Dozens of parents and teachers turned out recently to tell the Indian Prairie School Board that hot elementary schools are no long just uncomfortable during major heat events, they have become dangerous.
“There is going to be a death,” said Paula Jackson, a support teacher at White Eagle Elementary, told the board. “I saw that student being carried with blue lips and white skin. I saw him being packed with ice to bring down his core temperature. There were four other boys that came in with bleeding noses. Another boy who could not breathe.”
Teachers thanked the school board and administration for the decision to close 20 Indian Prairie schools without air conditioning for two days this week, but several have related stories from the heat wave that struck Aug. 26 to Aug. 30, the first full week of the school year. Schools stayed open, but, said some teachers, very little learning was going on.
“The principals were rightfully so evacuating the top floors of the buildings,” said Paul Gamboa, a fifth-grade teacher at White Eagle Elementary. “Some of the teachers were saying ‘I have all my materials up there, my Smartboard lessons are up there.’”
Teachers said that classroom temperatures soared in the afternoons during the heat wave, and did not sufficiently cool overnight. Thermometers in some classrooms read in the 80s when teachers first arrived in the morning, some teachers said.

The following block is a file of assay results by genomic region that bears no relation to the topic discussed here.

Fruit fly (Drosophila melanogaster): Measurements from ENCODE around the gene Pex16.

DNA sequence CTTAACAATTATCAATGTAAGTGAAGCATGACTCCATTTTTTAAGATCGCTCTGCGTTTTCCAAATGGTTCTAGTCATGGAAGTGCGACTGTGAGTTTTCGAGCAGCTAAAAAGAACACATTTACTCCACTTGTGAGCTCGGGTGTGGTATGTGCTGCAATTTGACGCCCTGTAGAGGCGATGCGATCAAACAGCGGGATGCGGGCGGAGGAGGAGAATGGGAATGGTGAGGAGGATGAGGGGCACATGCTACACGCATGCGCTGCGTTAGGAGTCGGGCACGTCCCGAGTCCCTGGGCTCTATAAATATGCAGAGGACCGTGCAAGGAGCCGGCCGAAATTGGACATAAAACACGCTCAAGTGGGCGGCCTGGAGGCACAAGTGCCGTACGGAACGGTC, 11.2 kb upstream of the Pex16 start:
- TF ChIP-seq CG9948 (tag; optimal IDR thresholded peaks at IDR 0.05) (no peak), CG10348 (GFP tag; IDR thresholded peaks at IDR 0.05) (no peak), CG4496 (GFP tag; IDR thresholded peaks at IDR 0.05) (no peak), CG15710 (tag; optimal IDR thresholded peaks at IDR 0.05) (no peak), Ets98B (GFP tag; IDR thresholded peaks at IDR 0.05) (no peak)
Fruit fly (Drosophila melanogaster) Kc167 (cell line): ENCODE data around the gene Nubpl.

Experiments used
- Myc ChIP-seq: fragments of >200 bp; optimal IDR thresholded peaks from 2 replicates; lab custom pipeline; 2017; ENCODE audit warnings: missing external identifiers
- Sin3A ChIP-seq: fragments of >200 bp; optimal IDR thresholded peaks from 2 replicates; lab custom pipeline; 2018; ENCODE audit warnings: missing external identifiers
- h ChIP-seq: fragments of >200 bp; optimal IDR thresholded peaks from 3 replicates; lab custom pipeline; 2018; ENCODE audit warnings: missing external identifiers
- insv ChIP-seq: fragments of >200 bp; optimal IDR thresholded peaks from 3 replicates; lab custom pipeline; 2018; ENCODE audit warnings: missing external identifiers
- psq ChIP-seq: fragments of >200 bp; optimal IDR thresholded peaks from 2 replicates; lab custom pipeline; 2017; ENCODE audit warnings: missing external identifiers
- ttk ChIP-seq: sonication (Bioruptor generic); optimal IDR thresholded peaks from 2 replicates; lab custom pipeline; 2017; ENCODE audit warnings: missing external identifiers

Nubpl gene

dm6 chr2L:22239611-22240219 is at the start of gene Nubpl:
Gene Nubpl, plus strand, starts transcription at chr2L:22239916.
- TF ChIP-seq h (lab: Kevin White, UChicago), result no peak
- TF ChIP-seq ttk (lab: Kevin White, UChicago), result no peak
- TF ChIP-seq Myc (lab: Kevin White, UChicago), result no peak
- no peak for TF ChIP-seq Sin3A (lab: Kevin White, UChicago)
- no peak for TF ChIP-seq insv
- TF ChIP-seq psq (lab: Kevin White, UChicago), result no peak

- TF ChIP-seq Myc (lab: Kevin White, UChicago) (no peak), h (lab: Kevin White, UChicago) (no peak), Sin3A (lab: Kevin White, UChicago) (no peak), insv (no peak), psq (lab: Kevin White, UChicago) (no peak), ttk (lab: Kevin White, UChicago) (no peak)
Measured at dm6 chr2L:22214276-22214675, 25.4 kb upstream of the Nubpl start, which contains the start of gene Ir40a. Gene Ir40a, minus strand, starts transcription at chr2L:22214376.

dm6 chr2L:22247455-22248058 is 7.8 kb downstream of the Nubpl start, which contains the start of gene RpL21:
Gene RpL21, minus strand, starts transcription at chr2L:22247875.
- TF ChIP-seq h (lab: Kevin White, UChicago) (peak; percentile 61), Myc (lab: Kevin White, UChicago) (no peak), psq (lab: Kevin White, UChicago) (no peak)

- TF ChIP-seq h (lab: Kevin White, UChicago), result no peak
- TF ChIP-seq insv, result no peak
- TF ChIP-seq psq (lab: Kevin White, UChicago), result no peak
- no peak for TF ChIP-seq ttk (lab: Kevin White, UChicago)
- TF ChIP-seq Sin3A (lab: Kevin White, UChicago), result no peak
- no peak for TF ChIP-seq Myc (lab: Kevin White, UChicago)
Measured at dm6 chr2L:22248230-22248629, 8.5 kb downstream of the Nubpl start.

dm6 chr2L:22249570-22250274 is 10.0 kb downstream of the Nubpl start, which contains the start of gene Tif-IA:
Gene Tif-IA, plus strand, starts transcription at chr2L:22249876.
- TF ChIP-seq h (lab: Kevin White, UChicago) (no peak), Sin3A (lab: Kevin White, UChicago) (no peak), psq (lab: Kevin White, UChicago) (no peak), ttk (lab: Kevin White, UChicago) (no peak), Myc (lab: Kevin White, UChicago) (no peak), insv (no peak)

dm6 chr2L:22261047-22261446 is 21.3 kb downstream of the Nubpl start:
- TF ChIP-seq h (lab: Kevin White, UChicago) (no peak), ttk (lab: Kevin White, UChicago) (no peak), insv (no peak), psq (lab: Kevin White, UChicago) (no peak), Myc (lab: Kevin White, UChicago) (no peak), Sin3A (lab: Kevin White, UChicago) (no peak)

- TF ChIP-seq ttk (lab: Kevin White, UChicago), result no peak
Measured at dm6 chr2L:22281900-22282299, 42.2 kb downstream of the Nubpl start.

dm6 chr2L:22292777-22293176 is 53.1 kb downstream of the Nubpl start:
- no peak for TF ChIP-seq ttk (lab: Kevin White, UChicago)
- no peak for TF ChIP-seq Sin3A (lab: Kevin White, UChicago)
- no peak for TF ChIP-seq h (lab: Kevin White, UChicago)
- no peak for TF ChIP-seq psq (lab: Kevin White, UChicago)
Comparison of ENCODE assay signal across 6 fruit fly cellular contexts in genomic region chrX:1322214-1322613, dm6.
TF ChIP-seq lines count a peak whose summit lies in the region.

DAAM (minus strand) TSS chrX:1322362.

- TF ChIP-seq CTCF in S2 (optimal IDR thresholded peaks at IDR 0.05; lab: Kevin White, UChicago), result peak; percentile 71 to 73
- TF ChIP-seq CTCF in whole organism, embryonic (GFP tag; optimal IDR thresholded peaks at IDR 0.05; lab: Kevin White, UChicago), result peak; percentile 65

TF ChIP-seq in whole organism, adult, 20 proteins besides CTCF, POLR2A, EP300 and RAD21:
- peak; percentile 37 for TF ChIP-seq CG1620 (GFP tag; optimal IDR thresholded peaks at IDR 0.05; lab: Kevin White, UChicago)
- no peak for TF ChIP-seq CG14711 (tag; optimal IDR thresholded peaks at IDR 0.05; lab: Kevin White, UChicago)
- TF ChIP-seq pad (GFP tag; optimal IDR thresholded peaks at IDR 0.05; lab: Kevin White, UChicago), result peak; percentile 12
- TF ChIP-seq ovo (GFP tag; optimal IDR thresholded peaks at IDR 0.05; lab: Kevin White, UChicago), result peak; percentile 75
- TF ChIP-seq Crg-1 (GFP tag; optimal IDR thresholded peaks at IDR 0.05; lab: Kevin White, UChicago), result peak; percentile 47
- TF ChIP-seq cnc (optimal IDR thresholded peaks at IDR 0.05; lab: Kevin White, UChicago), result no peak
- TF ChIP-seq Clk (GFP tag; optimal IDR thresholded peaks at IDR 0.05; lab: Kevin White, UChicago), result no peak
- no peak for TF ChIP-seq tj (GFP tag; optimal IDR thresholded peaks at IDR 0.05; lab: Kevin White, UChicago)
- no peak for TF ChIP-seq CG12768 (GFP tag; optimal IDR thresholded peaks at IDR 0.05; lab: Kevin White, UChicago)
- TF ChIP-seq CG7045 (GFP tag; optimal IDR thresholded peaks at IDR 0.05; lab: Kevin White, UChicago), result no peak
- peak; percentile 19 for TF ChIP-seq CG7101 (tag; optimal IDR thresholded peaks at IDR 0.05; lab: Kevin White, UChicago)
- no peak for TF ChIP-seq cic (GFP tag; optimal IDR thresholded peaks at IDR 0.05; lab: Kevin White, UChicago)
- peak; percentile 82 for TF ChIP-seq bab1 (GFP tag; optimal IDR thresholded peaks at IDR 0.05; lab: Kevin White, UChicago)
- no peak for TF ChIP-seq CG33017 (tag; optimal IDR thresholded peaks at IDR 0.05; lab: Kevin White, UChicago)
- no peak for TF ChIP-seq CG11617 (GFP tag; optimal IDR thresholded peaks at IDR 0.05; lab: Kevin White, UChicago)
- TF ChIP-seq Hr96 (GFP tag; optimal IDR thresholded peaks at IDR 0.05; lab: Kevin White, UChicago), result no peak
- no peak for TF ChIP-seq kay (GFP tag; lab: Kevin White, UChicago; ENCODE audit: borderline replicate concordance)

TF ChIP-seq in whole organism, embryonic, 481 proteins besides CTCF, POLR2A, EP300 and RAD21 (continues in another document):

As a result, they said, teachers, parents and support staff witnessed everything from nosebleeds to vomiting, fainting to headaches of both students and teachers.
Susan Duval, a third-grade teacher at Brooks Elementary, told the board that during that week of heat, she left work early three days in a row, and was treated for heat exhaustion that Friday night at an urgent care clinic.
“I’m not a sissy in the heat,” Duval said. “I garden from sun up to sun down all summer. I am not medically fragile like some of my kids are.”
Twenty schools in the Indian Prairie School District, mostly the near-identical elementary schools built between 1974 and 2001, plus Indian Plains alternative high school, were built with no air conditioning, and estimates the district obtained in 2007 to retrofit the schools with central air came in at roughly $1.9 million for each school.
This week, with the return of hot weather for a couple of days, parents and teachers pleaded for the district to begin looking at alternatives, including window units and portable air conditioners to help cool the classrooms.
According to a memo posted on the Indian Prairie website, those alternatives have already been investigated, and each poses other challenges, including poor air quality and extra noise in the classroom.
Meanwhile, parents and teachers said some classes have been moved to cooler hallways or computer labs. Also, teachers have been keeping lights off, spraying students with water bottles and placing jugs of ice behind fans as ways to keep cool.
In response, Indian Prairie administration has already begun assembling an advisory committee made up of staff at each of the non-air-conditioned schools to address the heat issue, said Superintendent Kathryn Birkett.
“I want to encourage anyone out there, if you have additional information, anything you want to share that is solution-oriented, we certainly understand what has happened out there. Now we want to know, what are the solutions.”